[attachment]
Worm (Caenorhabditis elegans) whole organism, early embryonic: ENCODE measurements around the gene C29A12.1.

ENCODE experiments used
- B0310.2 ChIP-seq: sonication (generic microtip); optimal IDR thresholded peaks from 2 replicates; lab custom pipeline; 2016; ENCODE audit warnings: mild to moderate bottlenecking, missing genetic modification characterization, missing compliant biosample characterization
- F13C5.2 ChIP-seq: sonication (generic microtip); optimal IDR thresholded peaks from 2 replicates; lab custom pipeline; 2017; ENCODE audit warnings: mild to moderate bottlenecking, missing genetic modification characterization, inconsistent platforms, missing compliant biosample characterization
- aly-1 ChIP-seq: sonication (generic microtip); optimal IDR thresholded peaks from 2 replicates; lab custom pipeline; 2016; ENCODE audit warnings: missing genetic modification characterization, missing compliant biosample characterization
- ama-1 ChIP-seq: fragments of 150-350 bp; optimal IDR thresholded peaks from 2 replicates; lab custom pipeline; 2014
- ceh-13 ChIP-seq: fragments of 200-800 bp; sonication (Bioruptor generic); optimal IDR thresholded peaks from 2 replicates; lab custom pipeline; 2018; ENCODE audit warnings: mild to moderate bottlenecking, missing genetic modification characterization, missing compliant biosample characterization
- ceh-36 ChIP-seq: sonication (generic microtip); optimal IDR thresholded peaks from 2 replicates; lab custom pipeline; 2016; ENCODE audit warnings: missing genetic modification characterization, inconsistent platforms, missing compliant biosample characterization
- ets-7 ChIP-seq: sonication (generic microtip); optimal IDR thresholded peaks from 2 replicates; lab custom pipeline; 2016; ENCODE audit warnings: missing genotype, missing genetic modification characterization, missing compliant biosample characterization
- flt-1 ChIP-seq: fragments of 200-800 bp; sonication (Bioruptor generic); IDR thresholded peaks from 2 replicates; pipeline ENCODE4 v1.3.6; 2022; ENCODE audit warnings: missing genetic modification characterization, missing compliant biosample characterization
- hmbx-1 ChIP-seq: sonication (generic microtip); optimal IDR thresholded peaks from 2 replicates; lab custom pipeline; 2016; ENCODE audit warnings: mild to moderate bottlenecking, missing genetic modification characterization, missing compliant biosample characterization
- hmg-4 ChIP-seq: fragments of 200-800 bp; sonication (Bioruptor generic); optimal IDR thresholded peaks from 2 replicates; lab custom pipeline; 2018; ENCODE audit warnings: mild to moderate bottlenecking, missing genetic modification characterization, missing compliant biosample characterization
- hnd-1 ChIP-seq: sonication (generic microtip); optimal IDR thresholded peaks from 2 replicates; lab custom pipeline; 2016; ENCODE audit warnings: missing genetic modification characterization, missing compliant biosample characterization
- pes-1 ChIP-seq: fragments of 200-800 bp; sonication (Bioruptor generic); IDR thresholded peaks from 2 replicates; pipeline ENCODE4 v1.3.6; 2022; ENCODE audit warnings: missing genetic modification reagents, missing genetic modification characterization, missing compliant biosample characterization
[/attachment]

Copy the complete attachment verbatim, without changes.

Worm (Caenorhabditis elegans) whole organism, early embryonic: ENCODE measurements around the gene C29A12.1.

ENCODE experiments used
- B0310.2 ChIP-seq: sonication (generic microtip); optimal IDR thresholded peaks from 2 replicates; lab custom pipeline; 2016; ENCODE audit warnings: mild to moderate bottlenecking, missing genetic modification characterization, missing compliant biosample characterization
- F13C5.2 ChIP-seq: sonication (generic microtip); optimal IDR thresholded peaks from 2 replicates; lab custom pipeline; 2017; ENCODE audit warnings: mild to moderate bottlenecking, missing genetic modification characterization, inconsistent platforms, missing compliant biosample characterization
- aly-1 ChIP-seq: sonication (generic microtip); optimal IDR thresholded peaks from 2 replicates; lab custom pipeline; 2016; ENCODE audit warnings: missing genetic modification characterization, missing compliant biosample characterization
- ama-1 ChIP-seq: fragments of 150-350 bp; optimal IDR thresholded peaks from 2 replicates; lab custom pipeline; 2014
- ceh-13 ChIP-seq: fragments of 200-800 bp; sonication (Bioruptor generic); optimal IDR thresholded peaks from 2 replicates; lab custom pipeline; 2018; ENCODE audit warnings: mild to moderate bottlenecking, missing genetic modification characterization, missing compliant biosample characterization
- ceh-36 ChIP-seq: sonication (generic microtip); optimal IDR thresholded peaks from 2 replicates; lab custom pipeline; 2016; ENCODE audit warnings: missing genetic modification characterization, inconsistent platforms, missing compliant biosample characterization
- ets-7 ChIP-seq: sonication (generic microtip); optimal IDR thresholded peaks from 2 replicates; lab custom pipeline; 2016; ENCODE audit warnings: missing genotype, missing genetic modification characterization, missing compliant biosample characterization
- flt-1 ChIP-seq: fragments of 200-800 bp; sonication (Bioruptor generic); IDR thresholded peaks from 2 replicates; pipeline ENCODE4 v1.3.6; 2022; ENCODE audit warnings: missing genetic modification characterization, missing compliant biosample characterization
- hmbx-1 ChIP-seq: sonication (generic microtip); optimal IDR thresholded peaks from 2 replicates; lab custom pipeline; 2016; ENCODE audit warnings: mild to moderate bottlenecking, missing genetic modification characterization, missing compliant biosample characterization
- hmg-4 ChIP-seq: fragments of 200-800 bp; sonication (Bioruptor generic); optimal IDR thresholded peaks from 2 replicates; lab custom pipeline; 2018; ENCODE audit warnings: mild to moderate bottlenecking, missing genetic modification characterization, missing compliant biosample characterization
- hnd-1 ChIP-seq: sonication (generic microtip); optimal IDR thresholded peaks from 2 replicates; lab custom pipeline; 2016; ENCODE audit warnings: missing genetic modification characterization, missing compliant biosample characterization
- pes-1 ChIP-seq: fragments of 200-800 bp; sonication (Bioruptor generic); IDR thresholded peaks from 2 replicates; pipeline ENCODE4 v1.3.6; 2022; ENCODE audit warnings: missing genetic modification reagents, missing genetic modification characterization, missing compliant biosample characterization